[Podcast] According to the long tail theory, as retailers use the internet to offer a greater number of products at less cost, they will no longer have to rely on big hits to prop up their sales. In other words, the demand curve moves away from the head and flattens toward the tail. But a research paper co-authored by Wharton professor Serguei Netessine found quite the opposite effect: As consumers are deluged with a dazzling array of choices, they tend to stick to brands they know. That’s why it is critical for online sellers to develop finely tuned searches for their customers.
The Best of ’17
2017 was a year of transitions—some turbulent and full of conflict, some more like an undercurrent of change.
Here are some enduring stories from our archives that capture the twists and turns of the year gone by.
1. Kunal Shah: ‘Understanding humans is core to great businesses’
By Rajesh Srivastava | In this video, Kunal Shah, founder and chairman of FreeCharge, talks about the behavioural insights behind FreeCharge and how trust in people gets you the best outcomes. (Play Time: 43 mins) Watch it here
2. The ground beneath India’s feet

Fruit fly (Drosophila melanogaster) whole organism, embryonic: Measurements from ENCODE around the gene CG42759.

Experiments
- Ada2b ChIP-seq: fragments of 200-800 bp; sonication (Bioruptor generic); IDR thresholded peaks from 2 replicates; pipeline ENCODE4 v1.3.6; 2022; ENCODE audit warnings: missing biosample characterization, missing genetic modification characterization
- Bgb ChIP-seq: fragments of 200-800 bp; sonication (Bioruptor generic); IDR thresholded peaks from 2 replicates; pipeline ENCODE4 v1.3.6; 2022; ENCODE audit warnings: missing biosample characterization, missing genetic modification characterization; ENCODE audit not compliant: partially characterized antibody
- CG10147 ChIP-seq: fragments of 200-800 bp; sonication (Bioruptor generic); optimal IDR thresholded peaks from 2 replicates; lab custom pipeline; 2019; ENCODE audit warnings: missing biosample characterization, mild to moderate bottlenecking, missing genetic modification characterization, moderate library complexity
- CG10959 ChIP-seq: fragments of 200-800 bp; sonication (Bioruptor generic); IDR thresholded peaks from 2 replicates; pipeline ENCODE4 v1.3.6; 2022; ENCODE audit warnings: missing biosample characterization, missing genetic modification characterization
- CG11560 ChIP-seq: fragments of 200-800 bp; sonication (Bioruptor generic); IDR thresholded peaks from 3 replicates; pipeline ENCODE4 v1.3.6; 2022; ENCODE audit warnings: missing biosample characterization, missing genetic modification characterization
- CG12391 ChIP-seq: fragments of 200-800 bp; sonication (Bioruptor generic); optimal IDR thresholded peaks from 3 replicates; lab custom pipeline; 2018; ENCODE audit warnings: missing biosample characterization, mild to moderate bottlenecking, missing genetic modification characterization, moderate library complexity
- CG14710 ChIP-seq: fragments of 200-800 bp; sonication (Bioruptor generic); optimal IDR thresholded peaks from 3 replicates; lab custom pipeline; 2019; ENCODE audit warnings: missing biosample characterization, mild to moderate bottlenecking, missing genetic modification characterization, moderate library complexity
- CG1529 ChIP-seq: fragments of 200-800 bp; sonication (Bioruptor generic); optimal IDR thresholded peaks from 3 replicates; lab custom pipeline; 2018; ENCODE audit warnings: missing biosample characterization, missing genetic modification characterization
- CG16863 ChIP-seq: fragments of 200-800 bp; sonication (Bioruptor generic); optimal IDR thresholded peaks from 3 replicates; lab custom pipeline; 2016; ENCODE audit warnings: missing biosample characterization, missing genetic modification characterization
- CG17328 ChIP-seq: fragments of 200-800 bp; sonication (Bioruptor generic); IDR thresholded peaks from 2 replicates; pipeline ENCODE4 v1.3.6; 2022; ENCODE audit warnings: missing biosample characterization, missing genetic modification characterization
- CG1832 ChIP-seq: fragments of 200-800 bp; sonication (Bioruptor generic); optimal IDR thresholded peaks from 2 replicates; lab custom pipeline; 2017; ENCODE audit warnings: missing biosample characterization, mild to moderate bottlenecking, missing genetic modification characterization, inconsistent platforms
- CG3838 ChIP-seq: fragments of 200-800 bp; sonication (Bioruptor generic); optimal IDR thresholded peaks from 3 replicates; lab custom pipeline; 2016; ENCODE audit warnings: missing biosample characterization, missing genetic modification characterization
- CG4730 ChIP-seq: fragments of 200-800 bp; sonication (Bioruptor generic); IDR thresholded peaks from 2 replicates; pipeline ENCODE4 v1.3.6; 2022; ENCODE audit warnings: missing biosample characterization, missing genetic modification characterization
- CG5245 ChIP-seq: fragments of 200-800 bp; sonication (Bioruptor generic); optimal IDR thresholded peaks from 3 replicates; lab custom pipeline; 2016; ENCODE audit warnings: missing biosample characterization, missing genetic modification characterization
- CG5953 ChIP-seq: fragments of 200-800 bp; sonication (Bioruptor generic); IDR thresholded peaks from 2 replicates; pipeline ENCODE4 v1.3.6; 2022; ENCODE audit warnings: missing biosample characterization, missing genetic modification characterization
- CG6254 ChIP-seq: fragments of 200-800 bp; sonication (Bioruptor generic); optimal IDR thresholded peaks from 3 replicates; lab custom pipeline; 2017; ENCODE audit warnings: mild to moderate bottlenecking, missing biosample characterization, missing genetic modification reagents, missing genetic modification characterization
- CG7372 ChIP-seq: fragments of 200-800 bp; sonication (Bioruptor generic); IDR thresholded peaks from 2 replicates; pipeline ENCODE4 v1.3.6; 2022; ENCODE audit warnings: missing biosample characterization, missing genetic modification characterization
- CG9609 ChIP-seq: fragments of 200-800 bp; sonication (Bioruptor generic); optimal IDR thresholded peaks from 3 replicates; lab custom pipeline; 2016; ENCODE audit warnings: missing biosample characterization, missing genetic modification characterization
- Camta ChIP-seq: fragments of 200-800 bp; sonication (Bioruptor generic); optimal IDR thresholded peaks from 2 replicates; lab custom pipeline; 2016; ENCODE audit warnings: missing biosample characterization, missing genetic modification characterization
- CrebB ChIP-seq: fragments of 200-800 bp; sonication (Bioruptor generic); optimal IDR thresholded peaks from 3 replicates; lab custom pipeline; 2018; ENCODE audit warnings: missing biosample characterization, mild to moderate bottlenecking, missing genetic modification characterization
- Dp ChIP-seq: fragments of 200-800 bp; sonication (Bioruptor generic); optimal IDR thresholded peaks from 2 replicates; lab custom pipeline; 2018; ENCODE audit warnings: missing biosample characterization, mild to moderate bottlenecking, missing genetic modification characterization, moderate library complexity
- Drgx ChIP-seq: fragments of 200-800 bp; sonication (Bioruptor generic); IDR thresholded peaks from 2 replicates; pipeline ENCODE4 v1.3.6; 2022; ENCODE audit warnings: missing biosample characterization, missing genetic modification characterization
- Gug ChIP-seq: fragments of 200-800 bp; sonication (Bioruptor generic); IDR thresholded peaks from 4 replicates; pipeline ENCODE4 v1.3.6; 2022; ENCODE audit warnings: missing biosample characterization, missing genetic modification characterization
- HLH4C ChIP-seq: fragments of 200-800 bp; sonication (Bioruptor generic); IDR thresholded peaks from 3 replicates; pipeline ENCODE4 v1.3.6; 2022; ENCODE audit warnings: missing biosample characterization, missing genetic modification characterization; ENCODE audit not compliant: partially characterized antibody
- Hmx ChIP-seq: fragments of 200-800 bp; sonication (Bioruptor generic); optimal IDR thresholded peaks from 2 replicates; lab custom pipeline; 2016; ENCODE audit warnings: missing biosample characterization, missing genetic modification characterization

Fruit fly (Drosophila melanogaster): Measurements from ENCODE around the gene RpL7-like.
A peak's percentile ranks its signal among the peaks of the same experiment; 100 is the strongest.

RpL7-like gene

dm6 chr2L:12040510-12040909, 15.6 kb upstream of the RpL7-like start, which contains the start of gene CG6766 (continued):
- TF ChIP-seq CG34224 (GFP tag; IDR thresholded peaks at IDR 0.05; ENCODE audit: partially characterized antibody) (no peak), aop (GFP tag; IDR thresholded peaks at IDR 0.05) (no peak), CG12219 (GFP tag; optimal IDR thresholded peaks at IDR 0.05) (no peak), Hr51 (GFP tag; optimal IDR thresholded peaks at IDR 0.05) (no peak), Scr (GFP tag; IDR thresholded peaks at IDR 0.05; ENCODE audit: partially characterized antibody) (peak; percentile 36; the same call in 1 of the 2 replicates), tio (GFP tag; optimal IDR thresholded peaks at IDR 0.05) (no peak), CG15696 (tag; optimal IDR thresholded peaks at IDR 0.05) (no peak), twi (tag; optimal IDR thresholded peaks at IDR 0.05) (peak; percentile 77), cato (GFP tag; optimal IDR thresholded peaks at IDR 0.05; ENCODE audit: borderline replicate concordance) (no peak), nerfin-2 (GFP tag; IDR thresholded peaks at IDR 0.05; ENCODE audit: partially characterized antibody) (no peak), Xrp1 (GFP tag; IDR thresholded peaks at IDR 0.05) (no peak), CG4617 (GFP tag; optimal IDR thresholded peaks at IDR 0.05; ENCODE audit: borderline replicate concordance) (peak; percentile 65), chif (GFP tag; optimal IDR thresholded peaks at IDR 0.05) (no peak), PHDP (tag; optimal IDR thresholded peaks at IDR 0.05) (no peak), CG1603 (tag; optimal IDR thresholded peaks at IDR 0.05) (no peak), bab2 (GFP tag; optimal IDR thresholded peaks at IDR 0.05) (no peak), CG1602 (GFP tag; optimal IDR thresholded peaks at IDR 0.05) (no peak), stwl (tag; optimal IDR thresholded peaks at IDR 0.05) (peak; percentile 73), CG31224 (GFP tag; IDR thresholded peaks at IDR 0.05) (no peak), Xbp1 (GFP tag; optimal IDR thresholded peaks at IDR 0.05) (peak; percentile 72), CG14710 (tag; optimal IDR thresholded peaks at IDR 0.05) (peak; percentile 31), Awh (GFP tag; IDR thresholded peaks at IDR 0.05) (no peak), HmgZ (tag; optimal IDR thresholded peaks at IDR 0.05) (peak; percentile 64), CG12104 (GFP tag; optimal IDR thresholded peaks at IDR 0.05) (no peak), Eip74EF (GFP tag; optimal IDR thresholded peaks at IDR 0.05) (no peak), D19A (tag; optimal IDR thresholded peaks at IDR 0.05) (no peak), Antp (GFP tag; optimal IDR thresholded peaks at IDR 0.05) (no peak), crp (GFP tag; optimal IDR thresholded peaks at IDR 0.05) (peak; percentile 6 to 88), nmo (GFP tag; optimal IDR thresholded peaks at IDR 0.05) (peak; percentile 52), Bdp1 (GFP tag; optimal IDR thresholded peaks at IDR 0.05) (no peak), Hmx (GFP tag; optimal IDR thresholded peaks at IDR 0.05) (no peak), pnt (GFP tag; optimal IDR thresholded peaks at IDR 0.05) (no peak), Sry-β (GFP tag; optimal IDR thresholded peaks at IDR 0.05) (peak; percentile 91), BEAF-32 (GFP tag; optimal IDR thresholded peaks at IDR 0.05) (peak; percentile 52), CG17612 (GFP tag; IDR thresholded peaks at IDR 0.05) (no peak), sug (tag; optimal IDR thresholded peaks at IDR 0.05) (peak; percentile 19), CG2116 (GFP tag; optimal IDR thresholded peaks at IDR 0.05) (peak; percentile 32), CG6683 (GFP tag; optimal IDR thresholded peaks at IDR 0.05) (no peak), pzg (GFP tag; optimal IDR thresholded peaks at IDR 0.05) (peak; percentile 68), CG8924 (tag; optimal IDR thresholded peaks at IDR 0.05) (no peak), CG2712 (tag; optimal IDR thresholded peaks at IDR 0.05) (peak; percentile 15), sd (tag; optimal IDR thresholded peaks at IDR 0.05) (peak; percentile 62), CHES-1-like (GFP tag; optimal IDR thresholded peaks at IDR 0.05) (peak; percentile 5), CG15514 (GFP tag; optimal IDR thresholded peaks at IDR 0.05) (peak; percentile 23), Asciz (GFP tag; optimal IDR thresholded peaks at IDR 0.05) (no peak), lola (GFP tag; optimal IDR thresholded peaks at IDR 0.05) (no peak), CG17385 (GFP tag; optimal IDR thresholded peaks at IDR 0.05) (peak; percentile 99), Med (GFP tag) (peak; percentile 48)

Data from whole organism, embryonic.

By Charles Assisi | From a distance, India looks pretty. But the ground it stands on is shaky. Policies framed in Lutyens’ Delhi are distanced from Indian realities. Entrepreneurship is the victim. (Read Time: 14 mins) Read it here.
3. Why Indian e-commerce has hit the fork in the road
By Haresh Chawla | Indian e-commerce is entering a critical phase, as founders and venture capitalists give way to strategic investors. And that’s why 2017 will be a defining year. The first in a two-part series. (Read Time: 10 mins) Read it here
4. Gigerenzer’s simple rules
By NS Ramnath | Why simple rules of thumb often outperform complex models. (Read Time: 16 mins) Read it here
5. India can build world-class universities. IISc shows how, with a few caveats
[By Sheeju Chandran (Public domain), via Wikimedia Commons]
By Rishikesha T Krishnan | Indian institutions tend to decay over time. The Indian Institute of Science seems to have defied this trend thanks to a strong commitment to certain core principles. (Read Time: 6 mins) Read it here
6. Why Carlos Ghosn took ten years to taste success in India
By Indrajit Gupta | Despite umpteen setbacks, the charismatic global chairman of Renault-Nissan didn’t give up on the opportunity in the Indian auto market. And finally, his team delivered a winner in the Renault Kwid. (Read Time: 3 mins) Read it here
7. The Big Indian shopping cart
By Founding Fuel | Watch a special Facebook Live conversation with Info-Edge’s Sanjeev Bikhchandani, Amazon India’s Amit Agarwal, and True North’s Haresh Chawla on the future of technology-enabled commerce in India. (Play Time: 58 mins) Watch it here
8. Digital inclusion and the $30 billion opportunity